Tales from the Top: Peter King, British Cycling
Welcome to the second instalment of the new Tales from the Top blog series from the Sport and Recreation Alliance, the independent voice for sport and recreation. Here, we will aim to bring you some golden nuggets of information about sport and recreation administration from people at the very top of the sector.
Just before the start of the Olympics we continue our series with the Executive Director of British Cycling, Peter King:
Peter King CBE
Positions held –
Executive Director of British Cycling (Current)
Currently on the boards of the Sport and Recreation Alliance, Commonwealth Games England, a permanent place on the board of the European Regions Airline Association and was recently appointed to the board of England Athletics as Vice-Chair and Chair Elect.
Peter was previously a director of Cycling England until its demise in April 2011.
Awards recieved –
CBE – for services to cycling
Bidlake Trophy – one of the highest awards in cycling
Cycling Hall of Fame member
Peter King is Executive Director of British Cycling, the national governing body for cycling in the UK, having been Chief Executive from February 1997 until December 2008. He has overseen a period during which the organisation has moved from the brink of insolvency, to being one of the most vibrant and successful governing bodies of sport in the UK.
Cycling is now one of the leading sports in terms of lottery funding received and arguably the best in terms of delivering returns on that investment. British Cycling has a thriving coach education programme, employs more than 300 staff and has a highly respected world class performance programme. The organisation has a comprehensive, ambitious and deliverable Whole Sport Plan to drive up to new levels in terms of both excellence and participation.
Peter qualified as a Fellow in both the Institute of Chartered Secretaries and Administrators and the Chartered Institute of Management Accountants. He is also a Fellow of the Chartered Management Institute. In 1978 he founded a company specifically aimed at introducing high standards of corporate governance and reliable management accounting functions to small and medium sized businesses. He has a permanent place on the board of the European Regions Airline Association, and is primarily responsible for their financial affairs.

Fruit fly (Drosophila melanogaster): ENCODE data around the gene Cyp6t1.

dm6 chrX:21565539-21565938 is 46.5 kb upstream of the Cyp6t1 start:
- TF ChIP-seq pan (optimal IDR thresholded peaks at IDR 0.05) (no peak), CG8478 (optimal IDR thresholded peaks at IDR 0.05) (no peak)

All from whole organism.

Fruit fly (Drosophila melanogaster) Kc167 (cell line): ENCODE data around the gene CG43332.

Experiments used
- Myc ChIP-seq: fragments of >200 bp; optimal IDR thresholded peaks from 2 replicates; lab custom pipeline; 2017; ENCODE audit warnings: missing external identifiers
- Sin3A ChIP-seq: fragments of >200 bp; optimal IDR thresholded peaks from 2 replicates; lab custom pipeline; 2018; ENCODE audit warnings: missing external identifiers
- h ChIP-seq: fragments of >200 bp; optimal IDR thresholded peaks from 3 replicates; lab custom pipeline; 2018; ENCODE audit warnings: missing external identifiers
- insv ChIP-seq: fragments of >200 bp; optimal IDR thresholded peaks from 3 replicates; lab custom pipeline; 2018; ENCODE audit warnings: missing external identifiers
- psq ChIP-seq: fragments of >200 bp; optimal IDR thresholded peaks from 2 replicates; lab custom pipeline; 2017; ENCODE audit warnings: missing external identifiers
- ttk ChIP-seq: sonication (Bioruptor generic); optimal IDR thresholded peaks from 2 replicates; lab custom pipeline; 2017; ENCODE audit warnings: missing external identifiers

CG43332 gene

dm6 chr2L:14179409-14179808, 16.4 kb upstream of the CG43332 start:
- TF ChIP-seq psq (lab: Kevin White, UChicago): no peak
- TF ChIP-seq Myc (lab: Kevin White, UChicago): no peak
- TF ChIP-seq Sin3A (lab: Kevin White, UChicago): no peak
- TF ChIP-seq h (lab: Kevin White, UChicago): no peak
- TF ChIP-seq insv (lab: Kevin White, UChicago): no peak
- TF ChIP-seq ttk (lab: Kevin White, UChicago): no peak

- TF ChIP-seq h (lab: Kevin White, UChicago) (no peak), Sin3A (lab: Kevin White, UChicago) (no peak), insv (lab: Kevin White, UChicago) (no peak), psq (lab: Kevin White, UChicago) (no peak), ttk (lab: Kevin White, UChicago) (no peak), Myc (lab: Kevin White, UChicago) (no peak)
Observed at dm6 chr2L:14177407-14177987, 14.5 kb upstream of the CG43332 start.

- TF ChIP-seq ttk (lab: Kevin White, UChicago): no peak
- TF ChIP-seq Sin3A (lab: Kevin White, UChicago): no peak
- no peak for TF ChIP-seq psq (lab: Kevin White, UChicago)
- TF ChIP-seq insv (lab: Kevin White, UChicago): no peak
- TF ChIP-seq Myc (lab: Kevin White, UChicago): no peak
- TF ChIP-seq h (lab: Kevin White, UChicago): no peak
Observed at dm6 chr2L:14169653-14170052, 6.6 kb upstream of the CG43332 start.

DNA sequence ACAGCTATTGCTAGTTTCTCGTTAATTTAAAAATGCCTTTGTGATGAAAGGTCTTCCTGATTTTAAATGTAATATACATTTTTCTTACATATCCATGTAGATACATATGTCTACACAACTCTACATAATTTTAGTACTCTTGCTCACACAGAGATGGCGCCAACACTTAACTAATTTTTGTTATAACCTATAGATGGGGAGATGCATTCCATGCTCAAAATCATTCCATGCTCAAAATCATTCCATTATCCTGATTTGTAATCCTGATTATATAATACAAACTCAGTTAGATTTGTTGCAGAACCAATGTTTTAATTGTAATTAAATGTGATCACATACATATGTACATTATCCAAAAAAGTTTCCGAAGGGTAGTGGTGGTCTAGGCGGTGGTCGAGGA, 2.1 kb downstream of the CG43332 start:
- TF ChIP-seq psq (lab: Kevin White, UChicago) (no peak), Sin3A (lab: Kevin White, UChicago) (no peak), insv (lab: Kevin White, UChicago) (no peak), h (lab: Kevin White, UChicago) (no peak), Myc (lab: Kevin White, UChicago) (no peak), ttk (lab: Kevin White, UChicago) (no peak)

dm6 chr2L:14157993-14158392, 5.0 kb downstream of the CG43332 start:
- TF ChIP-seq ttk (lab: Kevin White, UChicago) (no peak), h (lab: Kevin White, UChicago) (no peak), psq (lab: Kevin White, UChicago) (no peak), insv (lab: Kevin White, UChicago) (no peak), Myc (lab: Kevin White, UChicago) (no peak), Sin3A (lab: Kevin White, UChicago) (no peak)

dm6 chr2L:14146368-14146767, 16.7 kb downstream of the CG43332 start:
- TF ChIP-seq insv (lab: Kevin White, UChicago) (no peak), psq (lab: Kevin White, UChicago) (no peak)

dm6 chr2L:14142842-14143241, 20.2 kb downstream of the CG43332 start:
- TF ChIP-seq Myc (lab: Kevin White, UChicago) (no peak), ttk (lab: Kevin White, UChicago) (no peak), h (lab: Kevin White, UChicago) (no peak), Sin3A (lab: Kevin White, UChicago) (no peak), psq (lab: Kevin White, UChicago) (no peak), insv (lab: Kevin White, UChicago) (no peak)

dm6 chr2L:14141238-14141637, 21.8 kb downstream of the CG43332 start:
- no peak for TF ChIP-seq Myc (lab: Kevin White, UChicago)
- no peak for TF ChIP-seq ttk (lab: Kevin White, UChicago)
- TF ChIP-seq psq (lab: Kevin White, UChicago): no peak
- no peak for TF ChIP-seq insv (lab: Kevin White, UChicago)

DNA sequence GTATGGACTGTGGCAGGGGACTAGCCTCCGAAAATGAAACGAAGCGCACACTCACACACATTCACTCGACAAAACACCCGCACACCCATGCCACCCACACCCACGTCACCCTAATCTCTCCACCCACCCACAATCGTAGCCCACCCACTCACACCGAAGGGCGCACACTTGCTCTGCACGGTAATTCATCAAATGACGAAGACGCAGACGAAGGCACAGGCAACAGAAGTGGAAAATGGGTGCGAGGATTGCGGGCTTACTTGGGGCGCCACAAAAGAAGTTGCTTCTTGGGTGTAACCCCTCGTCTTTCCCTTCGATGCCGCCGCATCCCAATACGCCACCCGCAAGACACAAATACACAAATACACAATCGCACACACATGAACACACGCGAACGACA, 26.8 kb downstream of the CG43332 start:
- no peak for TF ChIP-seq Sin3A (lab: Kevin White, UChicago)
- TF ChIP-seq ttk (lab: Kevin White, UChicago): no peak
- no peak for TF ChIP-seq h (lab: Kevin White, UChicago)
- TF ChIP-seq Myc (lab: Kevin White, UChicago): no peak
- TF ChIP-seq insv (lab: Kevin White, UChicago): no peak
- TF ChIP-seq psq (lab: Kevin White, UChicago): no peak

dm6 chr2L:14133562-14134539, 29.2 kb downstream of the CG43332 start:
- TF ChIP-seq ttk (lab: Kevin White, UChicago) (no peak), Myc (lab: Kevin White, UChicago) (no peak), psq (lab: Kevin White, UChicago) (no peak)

Apart from cycling, Peter has competed at local, regional or national level in sports as diverse as athletics, table tennis, football, golf, squash, badminton and cricket and he has been involved as a volunteer official, coach or administrator in almost all of these sports. He still competes regularly in cycling competitions.
"Always be the best that you can be”
"Don’t demand more of others than you are prepared to give yourself"
"A fit mind works best in a fit body"
What is your position and how long have you held it?
- I am an executive director at British Cycling having been appointed to that position when I stood down from the position of CEO at the end of 2008, after being in that post for almost 12 years.
When you were the CEO of British Cycling, did you have any long term aims for your organisation, if so what were they?
- In 1997 we formed twin ambitions of becoming ranked number one in the world competitively and growing from 13,000 to 100,000, both by 2012. We achieved the former in 2007 and are still working towards the latter, having reached 50,000.
How did you achieve these aims, and if you did not manage to, why were you unsuccessful?
- We achieved our first aim by hard work and focus, culminating in an approach known as the 'aggregation of marginal gains'. To do this we secured the maximum possible funding from UK Sport, employed the best available coaches and managers and focused all our efforts on an athlete-centred, centralised programme.
- We have not yet achieved our second target but are confident of doing so in the months ahead.
What was your most difficult moment running the organisation?
- Having to make nine people redundant when Sport England withdrew funding of our programme as they could not endorse the strategy we had adopted.
How did you resolve it?
- By sticking to our guns and finally convincing Sport England not only that we had been right all along but that our model should be adopted by other national governing bodies.
What advice would you give to a new CEO of a sports organisation?
- Employ the best people you can get, secure as much funding as you can, give your team the space they need to fulfil their potential, let them take the credit – and stand beside them if anything does not go to plan.
Which other sporting organisations do you admire and why?
- Rowing and sailing for being consistently successful and consistently well managed.
- Manchester United for delivering consistent success from a well-funded position.
- Crewe Alexander for managing successfully within limited resources and regularly delivering talented youngsters from a well-run academy.
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